To summarise: using WebAuthn or FIDO2 to authenticate users to an Apache server/reverse-proxy is possible today by using mod_auth_openidc’s OpenID Connect implementation. This module can send user off for authentication towards a WebAuthn/FIDO2 enabled Provider, such as Keycloak, Okta, Ping, ForgeRock etc. This setup allows for a very flexible approach that leverages existing standards and implementations to their maximum potential: OpenID Connect for (federated) Single Sign On, WebAuthn and FIDO2 for (centralized) user authentication.

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OpenID Connect for Oracle HTTP Server

Over the past years ZmartZone enabled a number of customers to migrate their Single Sign On (SSO) implementation from proprietary Oracle HTTP Server components to standards-based OpenID Connect SSO. Some observations about that:

  • Oracle Webgate and mod_osso are SSO plugins (aka. agents) for the Oracle HTTP Server (OHS) that implement a proprietary (Oracle) SSO/authentication protocol that provides authentication (only) against Oracle Access Manager
  • the said components are closed source implementations owned by Oracle
  • these components leverage a single domain-wide SSO cookie which has known security drawbacks, especially in todays distributed and delegated (cloud and hybrid) application landscape, see here
  • ZmartZone supports builds of mod_auth_openidc that can be used as plugins in to Oracle HTTP Server (11 and 12), thus implementing standards based OpenID Connect for OHS with an open source component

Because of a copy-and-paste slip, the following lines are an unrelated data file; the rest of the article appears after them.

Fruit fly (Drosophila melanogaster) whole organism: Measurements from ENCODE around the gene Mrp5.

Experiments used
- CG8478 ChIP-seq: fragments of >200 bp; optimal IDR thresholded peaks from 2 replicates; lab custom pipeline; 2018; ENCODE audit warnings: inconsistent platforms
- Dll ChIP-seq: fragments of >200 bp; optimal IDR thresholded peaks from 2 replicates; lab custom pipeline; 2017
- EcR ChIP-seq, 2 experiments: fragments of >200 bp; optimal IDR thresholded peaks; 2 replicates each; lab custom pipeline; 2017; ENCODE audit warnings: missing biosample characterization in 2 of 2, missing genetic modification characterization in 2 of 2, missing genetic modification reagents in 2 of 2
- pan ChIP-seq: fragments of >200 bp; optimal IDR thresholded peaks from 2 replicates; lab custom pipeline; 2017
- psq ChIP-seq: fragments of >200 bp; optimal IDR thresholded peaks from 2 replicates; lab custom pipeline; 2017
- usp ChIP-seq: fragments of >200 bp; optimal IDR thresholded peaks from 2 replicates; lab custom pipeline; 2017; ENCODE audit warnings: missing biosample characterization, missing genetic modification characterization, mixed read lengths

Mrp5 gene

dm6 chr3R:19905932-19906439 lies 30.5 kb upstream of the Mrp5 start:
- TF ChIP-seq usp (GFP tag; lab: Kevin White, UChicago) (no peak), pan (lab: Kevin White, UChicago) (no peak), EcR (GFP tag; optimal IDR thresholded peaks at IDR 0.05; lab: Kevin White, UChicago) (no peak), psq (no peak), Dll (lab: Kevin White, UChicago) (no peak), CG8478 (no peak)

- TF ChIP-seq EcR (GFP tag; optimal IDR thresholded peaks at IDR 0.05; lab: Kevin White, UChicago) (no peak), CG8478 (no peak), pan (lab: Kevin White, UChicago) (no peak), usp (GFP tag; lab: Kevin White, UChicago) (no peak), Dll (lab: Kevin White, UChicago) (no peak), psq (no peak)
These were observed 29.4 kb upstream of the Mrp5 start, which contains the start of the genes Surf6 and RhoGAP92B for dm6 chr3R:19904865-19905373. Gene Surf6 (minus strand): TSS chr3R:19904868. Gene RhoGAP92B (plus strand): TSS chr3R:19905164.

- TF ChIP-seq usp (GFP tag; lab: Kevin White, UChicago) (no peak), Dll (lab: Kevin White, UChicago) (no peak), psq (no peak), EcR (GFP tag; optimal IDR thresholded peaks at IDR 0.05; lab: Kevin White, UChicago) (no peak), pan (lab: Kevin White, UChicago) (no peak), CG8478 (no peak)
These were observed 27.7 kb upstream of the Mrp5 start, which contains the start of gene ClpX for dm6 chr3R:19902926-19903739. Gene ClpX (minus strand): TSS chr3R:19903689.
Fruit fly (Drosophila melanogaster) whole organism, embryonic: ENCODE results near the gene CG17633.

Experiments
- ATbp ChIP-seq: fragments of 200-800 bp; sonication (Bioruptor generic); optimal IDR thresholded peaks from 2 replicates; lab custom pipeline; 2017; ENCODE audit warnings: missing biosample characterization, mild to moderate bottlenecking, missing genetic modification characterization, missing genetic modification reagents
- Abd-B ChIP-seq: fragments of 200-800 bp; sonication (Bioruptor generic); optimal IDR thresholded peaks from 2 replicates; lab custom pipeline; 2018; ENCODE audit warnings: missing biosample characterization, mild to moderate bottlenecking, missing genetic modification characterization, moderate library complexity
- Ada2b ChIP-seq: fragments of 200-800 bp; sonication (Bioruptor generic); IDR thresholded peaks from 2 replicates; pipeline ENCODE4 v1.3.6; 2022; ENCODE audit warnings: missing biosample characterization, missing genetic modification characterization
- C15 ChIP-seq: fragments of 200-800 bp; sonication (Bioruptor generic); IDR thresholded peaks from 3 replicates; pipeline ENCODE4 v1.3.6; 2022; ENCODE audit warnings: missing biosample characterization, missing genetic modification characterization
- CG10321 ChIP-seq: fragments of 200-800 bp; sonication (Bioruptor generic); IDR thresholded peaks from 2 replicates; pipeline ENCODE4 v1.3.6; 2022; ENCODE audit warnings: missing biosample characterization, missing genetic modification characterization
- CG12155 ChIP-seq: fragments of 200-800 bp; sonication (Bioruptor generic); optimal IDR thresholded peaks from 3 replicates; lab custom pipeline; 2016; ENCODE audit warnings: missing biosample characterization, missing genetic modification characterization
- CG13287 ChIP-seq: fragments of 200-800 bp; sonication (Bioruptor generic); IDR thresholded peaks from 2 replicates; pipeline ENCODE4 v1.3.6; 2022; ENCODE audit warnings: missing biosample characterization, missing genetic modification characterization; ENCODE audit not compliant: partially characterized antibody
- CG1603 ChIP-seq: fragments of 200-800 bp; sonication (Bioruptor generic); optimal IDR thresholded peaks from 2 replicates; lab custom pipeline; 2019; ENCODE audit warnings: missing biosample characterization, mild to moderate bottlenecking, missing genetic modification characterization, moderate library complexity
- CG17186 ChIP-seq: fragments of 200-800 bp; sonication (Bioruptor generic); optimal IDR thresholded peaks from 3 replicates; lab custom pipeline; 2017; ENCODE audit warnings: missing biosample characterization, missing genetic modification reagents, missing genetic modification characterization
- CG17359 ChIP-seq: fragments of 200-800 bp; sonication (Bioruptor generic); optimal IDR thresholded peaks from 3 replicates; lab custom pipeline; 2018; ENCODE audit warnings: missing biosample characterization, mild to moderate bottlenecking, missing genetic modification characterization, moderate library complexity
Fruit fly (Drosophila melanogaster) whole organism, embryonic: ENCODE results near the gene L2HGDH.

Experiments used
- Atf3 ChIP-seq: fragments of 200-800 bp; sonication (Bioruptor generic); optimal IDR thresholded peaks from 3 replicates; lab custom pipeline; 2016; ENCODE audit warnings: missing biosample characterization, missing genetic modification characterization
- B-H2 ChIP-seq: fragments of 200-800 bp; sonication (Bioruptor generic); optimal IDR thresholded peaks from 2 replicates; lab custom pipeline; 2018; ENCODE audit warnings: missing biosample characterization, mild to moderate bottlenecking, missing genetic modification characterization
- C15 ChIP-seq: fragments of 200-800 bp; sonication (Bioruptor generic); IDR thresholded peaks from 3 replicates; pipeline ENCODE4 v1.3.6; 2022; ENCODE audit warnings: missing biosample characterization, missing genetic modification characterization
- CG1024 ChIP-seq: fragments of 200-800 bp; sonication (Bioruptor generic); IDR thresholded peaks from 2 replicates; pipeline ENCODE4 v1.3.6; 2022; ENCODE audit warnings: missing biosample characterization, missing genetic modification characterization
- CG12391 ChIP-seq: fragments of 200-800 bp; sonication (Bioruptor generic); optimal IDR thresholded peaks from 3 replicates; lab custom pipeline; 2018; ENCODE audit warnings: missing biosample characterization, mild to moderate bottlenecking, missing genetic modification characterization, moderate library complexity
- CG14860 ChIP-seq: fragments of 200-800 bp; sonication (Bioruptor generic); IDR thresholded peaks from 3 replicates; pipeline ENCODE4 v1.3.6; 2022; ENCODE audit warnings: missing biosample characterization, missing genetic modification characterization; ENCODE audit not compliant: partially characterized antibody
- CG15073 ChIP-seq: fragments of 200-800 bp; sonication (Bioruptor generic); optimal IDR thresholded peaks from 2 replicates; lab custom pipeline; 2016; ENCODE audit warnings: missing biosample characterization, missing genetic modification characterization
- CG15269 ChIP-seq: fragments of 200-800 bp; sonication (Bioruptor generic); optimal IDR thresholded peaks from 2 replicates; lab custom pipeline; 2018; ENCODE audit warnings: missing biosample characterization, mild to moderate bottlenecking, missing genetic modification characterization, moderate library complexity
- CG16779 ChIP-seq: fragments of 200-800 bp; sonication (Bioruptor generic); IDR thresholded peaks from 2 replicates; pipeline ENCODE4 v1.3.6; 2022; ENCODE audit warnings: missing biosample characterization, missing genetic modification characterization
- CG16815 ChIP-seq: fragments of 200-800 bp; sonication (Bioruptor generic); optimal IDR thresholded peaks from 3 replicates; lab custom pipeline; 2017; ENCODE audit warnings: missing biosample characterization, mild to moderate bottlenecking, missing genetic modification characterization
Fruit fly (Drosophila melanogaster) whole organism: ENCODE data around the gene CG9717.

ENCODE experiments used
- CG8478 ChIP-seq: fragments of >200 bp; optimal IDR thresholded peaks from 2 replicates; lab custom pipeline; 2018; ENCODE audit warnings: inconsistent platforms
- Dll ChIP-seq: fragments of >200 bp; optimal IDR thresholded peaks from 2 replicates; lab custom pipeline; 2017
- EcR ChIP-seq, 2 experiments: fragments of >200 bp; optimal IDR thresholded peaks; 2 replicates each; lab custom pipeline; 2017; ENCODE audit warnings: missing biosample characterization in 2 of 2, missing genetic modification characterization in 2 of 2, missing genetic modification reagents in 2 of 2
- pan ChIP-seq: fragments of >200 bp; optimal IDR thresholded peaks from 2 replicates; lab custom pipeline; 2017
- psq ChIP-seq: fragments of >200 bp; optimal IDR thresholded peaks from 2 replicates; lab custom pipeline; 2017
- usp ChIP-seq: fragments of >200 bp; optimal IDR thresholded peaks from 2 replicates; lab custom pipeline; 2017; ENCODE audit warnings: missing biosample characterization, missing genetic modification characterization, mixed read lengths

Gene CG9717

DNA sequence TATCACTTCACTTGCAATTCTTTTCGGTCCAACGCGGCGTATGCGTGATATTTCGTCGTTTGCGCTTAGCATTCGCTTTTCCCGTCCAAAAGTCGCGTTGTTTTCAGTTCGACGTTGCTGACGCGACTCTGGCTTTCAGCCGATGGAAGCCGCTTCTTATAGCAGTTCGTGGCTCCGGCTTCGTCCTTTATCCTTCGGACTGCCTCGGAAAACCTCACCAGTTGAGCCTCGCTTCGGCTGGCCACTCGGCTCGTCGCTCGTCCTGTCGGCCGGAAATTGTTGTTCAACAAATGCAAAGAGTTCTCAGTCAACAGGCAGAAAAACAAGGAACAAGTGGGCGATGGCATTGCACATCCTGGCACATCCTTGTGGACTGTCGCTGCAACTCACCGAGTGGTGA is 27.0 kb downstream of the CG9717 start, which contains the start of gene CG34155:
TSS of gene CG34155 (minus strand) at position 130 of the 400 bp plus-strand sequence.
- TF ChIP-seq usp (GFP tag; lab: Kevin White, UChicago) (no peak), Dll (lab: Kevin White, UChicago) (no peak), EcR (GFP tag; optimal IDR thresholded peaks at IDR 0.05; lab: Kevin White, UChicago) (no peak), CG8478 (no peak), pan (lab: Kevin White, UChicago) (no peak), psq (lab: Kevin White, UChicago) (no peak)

• those builds are a drop in replacement into OHS that can even be used to set the same headers as mod_osso/Webgate does/did
  • mod_auth_openidc can be used to authenticate to Oracle Access Manager but also to (both commercial and free) alternative Identity Providers such as PingFederate, Okta, Keycloak etc.
  • when required Oracle HTTP Server can be replaced with stock Apache HTTPd
  • the Oracle HTTP Server builds of mod_auth_openidc come as part of a light-weight commercial support agreement on top of the open source community support channel

In summary: modern OpenID Connect-based SSO for Oracle HTTP Server can be implemented with open source mod_auth_openidc following a fast, easy and lightweight migration plan.

See also:
https://hanszandbelt.wordpress.com/2021/10/28/mod_auth_openidc-vs-legacy-web-access-management
https://hanszandbelt.wordpress.com/2019/10/23/replacing-legacy-enterprise-sso-systems-with-modern-standards/

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mod_auth_openidc vs. legacy Web Access Management

A sneak preview of an upcoming presentation about a comparison between mod_auth_openidc and legacy Web Access Management.